Apparently the air force isn’t enough to unload the Pagoda Tree (Sophora japonica) blooming in my backyard. It’s a vigorous, glorious explosion at a time when resources have gone dry in Albuquerque, so the girls have decided to call in the ground troops for timely assistance.
Japanese pagoda tree in luscious bloom
While their airborne sisters rush to extract pollen each morning from the delicate pea-like blooms, a few dozen honeybees scour the ground for fallen blossoms still containing a bit of pollen.
Scouring the ground for pollen-filled blossoms from the Pagoda Tree
It’s an unusual two-pronged approach. Never before have I seen seen bees gathering pollen from the ground so here’s yet another item on the growing list of the existential pleasures of beekeeping.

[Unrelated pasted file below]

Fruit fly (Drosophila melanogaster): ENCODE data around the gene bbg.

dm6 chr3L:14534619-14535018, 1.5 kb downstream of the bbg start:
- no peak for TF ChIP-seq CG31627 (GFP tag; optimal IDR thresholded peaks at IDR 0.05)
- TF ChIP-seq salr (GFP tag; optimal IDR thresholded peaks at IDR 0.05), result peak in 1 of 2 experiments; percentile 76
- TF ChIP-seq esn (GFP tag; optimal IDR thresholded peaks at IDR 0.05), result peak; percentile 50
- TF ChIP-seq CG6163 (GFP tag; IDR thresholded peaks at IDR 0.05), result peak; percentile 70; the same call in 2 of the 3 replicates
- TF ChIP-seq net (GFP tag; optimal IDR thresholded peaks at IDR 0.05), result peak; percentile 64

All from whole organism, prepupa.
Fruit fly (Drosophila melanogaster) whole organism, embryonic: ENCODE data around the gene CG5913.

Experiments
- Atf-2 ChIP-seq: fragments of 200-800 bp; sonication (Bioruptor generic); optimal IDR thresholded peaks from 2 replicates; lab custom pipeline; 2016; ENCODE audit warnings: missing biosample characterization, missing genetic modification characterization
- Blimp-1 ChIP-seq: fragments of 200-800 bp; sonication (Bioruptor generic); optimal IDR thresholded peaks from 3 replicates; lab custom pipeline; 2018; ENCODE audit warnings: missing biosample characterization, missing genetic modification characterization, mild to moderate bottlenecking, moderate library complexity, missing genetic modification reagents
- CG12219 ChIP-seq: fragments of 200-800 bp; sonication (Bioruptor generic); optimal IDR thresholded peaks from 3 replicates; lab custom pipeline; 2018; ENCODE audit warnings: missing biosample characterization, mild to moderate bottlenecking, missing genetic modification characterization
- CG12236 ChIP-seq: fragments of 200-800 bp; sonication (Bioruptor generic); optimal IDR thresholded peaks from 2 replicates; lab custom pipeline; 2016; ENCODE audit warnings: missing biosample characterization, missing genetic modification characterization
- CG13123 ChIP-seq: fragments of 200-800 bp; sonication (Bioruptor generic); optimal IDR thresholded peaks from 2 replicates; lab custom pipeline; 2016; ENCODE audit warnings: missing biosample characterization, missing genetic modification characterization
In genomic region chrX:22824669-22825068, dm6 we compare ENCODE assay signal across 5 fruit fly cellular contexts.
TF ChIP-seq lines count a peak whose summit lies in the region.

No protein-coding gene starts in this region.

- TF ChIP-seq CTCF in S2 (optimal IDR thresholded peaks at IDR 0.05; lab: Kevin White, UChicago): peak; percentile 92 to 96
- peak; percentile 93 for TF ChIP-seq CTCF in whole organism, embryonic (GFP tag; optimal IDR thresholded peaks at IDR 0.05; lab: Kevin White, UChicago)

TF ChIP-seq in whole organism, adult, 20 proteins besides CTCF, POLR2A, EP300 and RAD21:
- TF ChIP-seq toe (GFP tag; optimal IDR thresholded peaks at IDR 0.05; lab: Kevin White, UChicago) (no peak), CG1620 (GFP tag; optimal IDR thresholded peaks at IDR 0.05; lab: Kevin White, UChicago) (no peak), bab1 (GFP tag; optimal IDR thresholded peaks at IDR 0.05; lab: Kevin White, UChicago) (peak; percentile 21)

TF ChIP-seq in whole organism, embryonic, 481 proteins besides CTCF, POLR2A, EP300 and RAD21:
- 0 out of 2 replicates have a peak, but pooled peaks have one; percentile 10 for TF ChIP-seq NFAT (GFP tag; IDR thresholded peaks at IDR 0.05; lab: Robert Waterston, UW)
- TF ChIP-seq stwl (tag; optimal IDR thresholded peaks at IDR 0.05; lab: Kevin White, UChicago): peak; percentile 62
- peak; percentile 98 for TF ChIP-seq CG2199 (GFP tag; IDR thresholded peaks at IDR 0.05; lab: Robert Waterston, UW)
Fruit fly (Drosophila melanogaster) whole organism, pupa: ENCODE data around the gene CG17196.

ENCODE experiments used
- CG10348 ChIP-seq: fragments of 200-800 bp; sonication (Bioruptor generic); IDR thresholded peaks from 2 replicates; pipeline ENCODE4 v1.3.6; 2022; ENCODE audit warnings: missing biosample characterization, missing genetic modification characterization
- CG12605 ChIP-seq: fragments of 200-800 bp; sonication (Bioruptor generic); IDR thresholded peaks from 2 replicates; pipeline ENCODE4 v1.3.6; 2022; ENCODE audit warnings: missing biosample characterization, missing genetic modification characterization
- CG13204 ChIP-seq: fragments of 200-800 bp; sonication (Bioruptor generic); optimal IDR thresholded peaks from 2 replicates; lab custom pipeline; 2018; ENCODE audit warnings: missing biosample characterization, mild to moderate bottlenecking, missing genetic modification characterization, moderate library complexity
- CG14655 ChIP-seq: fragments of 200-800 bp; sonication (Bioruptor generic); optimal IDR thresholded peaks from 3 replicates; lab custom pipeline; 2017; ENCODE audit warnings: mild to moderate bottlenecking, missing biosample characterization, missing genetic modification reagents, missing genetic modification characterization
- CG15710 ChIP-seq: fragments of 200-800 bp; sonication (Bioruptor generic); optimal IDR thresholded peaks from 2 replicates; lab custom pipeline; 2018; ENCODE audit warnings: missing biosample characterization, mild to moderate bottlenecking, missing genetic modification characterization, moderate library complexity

If you’re like me, you’ve got a drawer full of wine corks imbued with optimistic ideas about cork bathmats or cork trivets and yet they continue to lead an empty existence.
Waste no more.
Whether you’re a beekeeper or a bee lover, you can help your neighborhood honeybees AND recycle a few wine corks all in one superhero swoop. Here’s how:
- Take a handful of corks
- Toss ’em in a bucket or birdbath filled with clean water
- Watch your neighborhood honeybees come drinking
- Keep the water replenished regularly
Wine cork drinking bucket for bees at the Lurie Garden, Chicago.